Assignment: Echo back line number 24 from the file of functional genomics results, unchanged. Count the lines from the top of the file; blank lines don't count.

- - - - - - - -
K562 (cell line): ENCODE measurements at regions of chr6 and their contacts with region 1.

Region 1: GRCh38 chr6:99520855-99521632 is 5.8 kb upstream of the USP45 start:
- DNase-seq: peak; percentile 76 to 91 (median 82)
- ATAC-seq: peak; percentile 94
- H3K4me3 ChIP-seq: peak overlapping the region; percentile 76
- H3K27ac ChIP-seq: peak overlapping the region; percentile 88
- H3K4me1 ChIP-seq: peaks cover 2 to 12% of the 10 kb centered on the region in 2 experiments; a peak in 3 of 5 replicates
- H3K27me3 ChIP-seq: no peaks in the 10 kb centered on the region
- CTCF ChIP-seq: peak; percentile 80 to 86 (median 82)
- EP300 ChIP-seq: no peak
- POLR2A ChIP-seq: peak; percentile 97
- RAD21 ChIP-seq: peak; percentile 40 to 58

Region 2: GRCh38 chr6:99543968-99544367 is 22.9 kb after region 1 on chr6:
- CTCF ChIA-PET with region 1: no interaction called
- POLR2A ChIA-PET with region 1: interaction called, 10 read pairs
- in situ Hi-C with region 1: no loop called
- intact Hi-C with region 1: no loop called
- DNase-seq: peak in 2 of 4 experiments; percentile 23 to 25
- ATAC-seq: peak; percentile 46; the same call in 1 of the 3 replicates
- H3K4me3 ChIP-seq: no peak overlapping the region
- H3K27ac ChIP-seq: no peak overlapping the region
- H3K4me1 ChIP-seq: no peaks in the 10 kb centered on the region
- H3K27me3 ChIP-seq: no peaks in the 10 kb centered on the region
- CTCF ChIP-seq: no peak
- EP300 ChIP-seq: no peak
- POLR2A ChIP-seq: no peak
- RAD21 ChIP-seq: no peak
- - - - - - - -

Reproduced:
- CTCF ChIP-seq: no peak